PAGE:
Healthy Insights

The Power of Less Caffeine and More B-12 May 01 2018

Chances are that if you’re 9-to-5 grindin’, you’re doing another type of grindin’ -- coffee bean grindin’, that is! Statistics suggest that as many as 83% of adult Americans drink coffee, which is no wonder. Whether sipped from a foam Dunkin Donuts’ cup or from an exorbitantly frothy almond-hazelnut-tiramisu-mocha concoction, all coffee has that the same magic ingredient: caffeine.

Ah, caffeine. Sweet, precious, life-giving caffeine; on some days, it truly is an elixir, akin a special button that we can press to instantly put ourselves into “GO” mode.

Unfortunately, like most good things in life, caffeine has its darker side. All of us have experienced some of the nastier side effects: the slack-jawed 3PM slump, the pounding headache, an irregular heartbeat, lingering anxiety and general restlessness.

YIKES, huh? That doesn’t even include the long-term consequences, which includes all sorts of fun things – depression, insomnia, inconsistent blood pressure, addiction, to name a few.

DOUBLE YIKES. Alas, you might read the above paragraph and think to yourself “Hmm, maybe I should start drinking less coffee,” but let’s face it – once 8AM hits on Monday morning, we’re all in the same boat. All bets are off, and whoever stands between us and the closest Starbucks is a dead man, cue finger-across-the-throat motion here.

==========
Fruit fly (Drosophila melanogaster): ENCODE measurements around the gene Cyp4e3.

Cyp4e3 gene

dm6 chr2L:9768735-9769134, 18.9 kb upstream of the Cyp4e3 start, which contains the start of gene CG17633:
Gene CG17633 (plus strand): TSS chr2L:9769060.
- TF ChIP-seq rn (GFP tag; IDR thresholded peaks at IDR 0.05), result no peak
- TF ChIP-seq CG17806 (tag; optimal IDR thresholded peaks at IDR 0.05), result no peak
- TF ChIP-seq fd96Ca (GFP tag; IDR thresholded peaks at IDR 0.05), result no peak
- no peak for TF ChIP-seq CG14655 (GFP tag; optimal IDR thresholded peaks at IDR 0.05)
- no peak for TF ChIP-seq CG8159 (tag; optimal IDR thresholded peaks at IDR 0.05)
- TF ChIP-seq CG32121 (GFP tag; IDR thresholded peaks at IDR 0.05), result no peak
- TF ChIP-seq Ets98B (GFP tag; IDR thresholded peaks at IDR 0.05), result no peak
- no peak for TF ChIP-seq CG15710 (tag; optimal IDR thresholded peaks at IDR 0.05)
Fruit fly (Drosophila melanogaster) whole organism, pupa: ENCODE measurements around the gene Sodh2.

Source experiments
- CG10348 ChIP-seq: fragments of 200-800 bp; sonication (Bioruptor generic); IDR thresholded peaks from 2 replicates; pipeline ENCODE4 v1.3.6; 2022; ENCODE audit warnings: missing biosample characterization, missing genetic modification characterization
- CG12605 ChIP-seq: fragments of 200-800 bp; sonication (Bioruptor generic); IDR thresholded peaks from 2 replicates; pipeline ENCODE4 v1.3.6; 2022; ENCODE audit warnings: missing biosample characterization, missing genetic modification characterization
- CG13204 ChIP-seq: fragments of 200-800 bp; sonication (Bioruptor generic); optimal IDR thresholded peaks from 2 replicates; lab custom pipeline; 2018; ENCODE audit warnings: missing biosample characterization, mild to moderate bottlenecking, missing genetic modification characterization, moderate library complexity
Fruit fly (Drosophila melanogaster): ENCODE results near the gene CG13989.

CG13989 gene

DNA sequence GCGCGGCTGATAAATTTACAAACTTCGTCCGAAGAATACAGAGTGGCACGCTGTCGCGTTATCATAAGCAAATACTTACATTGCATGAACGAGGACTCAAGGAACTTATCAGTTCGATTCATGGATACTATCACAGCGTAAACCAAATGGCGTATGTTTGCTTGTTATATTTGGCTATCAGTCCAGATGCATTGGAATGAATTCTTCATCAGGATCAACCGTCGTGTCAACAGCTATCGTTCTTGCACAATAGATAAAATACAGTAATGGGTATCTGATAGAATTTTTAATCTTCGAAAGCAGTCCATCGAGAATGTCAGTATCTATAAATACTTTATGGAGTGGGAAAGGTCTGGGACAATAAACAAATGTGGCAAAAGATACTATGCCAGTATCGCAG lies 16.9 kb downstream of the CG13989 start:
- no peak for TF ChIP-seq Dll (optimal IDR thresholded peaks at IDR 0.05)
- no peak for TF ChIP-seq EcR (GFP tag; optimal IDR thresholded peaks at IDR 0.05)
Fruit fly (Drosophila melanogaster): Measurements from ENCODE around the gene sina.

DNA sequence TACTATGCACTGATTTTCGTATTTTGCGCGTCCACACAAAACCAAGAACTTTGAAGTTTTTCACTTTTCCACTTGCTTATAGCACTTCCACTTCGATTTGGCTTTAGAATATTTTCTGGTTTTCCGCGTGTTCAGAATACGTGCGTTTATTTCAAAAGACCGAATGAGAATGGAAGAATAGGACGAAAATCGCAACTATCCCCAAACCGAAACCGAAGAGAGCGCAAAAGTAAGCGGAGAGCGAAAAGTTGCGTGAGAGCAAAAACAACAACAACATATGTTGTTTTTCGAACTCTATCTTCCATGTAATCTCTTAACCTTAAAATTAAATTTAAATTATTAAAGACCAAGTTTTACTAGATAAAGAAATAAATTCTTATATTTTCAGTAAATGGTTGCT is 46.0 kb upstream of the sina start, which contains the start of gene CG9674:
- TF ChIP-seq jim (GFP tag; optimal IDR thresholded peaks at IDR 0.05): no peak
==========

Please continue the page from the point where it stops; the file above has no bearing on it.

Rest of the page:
Usually a tea drinker, lately, I found myself opting for coffee with alarming frequency. Not just in the morning either, but often for an afternoon boost and even sometimes in the evening. Although, yes, it definitely helped me power through some absurdly long workdays, I was starting to notice the impact. Some mornings, I would wake up more exhausted than when I’d gone to bed. Other days, I would shake my knees incessantly during phone calls and meetings, jittery and unable to focus. Nights occasionally found me lying awake in bed, staring at the ceiling and cursing the black devil’s brew.

As with most things in life, I turned to the almighty Google searching for answers and alternatives. The thing that came up consistently as another option to the almighty joe: vitamin B12.

Vitamin B12 is found naturally in various animal-based foods, including eggs, fish, meat and dairy. It’s essential to the workings of your nervous system and brain activity, helps process glucose, and regulates your natural circadian rhythms, all accounting for increased levels of energy and alertness.

Nevertheless, the Internet has deceived and betrayed me countless times, so, to corroborate, I decided to a short trial run replacing my daily caffeine intake with a vitamin B12 supplement. Here’s how it went:

Day 1

I wake up around 8AM after around 6 1/2 hours of sleep. I sit down at my laptop to work about an hour later, still bleary-eyed, and take my first vitamin B12 supplement with a light breakfast.